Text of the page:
The most interesting photo I could find for Sunday's game, with the caption exactly as filed by US Presswire: Chicago, IL, USA; A general view of a British Airways 777 jet as it flies over the main scoreboard during the first inning of a game between the Chicago Cubs and the Chicago White Sox at Wrigley Field. Credit: Jerry Lai-US PRESSWIRE
The temperatures were warm Sunday afternoon; the humidity high in advance of thunderstorms which are forecast to blow through the area Sunday night, and the wind howling straight out to center field around 20 miles per hour.
This, therefore, was one of those days when hitters even without a lot of power should have been thinking "home run." Who knew? Maybe even Tony Campana could have gotten a ball up in the jetstream for an outside-the-park homer.
Someone forgot to tell the Cubs about all of this, because all they could put up against Jake Peavy and three White Sox relievers were four singles and a double, widely scattered through nine innings. Oh, and five walks (one by Campana, the only time he reached base), just the eighth time in 41 games so far this season that Cubs hitters had drawn that many free passes. All of that resulted in zero runs.
Meanwhile, Gordon Beckham, Adam Dunn and Tyler Flowers all took advantage of the wind by smashing home runs. Beckham's and Flowers' hit Waveland Avenue, the one by Flowers bouncing off the building at the northwest corner of Waveland & Kenmore into a scrum that included BCB's ballhawk. It wound up in the hands of one of the junior ballhawks. That was about the most entertainment any Cubs fan could come up with as the White Sox shut out the Cubs 6-0, sweeping the series and sending the Cubs to their sixth straight loss.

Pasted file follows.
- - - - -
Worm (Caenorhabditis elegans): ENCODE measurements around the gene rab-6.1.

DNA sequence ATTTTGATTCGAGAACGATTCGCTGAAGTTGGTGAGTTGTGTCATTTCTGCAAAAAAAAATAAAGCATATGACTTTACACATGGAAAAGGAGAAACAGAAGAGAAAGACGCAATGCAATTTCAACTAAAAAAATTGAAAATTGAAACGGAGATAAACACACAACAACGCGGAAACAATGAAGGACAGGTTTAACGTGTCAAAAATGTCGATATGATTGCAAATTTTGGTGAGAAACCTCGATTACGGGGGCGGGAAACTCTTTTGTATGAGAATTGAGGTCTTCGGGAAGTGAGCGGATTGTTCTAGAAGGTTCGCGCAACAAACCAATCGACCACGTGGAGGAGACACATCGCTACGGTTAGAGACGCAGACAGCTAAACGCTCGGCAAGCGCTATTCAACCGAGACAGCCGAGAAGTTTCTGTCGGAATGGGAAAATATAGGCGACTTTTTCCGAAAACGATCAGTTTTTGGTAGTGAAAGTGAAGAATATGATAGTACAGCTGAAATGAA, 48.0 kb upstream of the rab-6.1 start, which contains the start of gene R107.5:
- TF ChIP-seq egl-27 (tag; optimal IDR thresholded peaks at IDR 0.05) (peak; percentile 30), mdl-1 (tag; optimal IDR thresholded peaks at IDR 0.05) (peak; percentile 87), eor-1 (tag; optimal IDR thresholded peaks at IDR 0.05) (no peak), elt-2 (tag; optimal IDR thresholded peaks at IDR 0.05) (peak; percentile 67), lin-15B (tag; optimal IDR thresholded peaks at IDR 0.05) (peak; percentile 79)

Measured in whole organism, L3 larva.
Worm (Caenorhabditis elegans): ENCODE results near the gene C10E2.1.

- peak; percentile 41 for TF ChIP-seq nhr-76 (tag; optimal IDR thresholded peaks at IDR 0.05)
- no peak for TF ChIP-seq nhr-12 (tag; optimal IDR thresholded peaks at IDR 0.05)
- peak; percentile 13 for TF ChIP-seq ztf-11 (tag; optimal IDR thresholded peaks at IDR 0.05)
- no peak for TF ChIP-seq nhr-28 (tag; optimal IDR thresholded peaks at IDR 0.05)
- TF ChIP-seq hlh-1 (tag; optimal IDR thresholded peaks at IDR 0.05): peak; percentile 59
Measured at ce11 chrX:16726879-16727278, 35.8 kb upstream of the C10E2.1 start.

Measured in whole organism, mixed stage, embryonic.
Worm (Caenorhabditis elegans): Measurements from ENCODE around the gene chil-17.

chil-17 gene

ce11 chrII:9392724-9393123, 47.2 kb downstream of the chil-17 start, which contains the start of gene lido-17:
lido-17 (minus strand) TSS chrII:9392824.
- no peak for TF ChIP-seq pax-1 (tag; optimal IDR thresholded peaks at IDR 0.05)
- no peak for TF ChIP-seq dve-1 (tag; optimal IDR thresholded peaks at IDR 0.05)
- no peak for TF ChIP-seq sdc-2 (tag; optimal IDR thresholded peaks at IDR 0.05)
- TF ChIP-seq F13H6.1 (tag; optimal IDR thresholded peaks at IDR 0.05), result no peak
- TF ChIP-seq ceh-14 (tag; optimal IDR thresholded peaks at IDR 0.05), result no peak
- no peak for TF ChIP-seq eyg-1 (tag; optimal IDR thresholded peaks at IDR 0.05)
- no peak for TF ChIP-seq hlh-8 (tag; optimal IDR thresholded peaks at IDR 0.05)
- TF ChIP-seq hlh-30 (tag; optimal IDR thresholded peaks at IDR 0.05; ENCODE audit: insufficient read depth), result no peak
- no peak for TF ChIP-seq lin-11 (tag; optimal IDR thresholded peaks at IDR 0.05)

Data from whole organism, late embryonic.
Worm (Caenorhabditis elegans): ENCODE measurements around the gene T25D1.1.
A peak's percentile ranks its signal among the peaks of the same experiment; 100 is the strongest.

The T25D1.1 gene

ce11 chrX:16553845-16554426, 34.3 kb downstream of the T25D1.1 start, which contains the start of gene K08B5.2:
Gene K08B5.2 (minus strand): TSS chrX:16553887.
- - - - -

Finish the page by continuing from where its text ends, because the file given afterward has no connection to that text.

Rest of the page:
The Cubs/White Sox interleague series was tied 35-35 in 2009. Since then, the White Sox have won 13 of 17; the Cubs have not won the season series since 2007. The White Sox actually have the best record of any team in baseball in interleague play since 2008, so it's not just the Cubs they are beating up on. Small consolation, I know.
What more can you say? Paul Maholm wasn't awful today, but the three home runs, all solo, gave the White Sox more runs than they needed. Dunn's home run, incidentally, came after he had been 3-for-28 lifetime against Maholm with 12 strikeouts coming into today. The dinger tied Dunn with Albert Pujols for the most home runs by an active visting player at Wrigley Field (27).
Another run scored off Maholm in the seventh inning, driven in by Jake Peavy on a force play, before Dale Sveum mercifully got him out of there. A sacrifice fly got the fifth run charged to Maholm, and then Rafael Dolis gave up the final run in a mopup outing in the ninth inning.
I found myself wondering why Casey Coleman, who pitched an inning Saturday night, was in the game again Sunday, considering that Randy Wells, who was recalled from Iowa to replace the retired Kerry Wood on the roster, had last pitched at Iowa on May 15. Why wouldn't you go with Wells in that situation? I realize Sveum doesn't have a lot to work with in the current bullpen, but that choice seemed strange.
Today's crowd was larger than I expected -- 38,374 announced -- and there were, in my estimate, very few no-shows. However, there seemed to be at least 500 empty seats in the bleachers, about 10% of the total, likely due to the high prices for bleachers for this game. I've talked a lot about how the Cubs pricing 13 games this high is going to drive down sales for some of these dates; today was one of them.
Don't know what else to say. The Cubs looked as listless as they've looked all season on Sunday afternoon. Now they head to Houston to play a team that was also expected to be awful this year. Thrills await, I'm sure.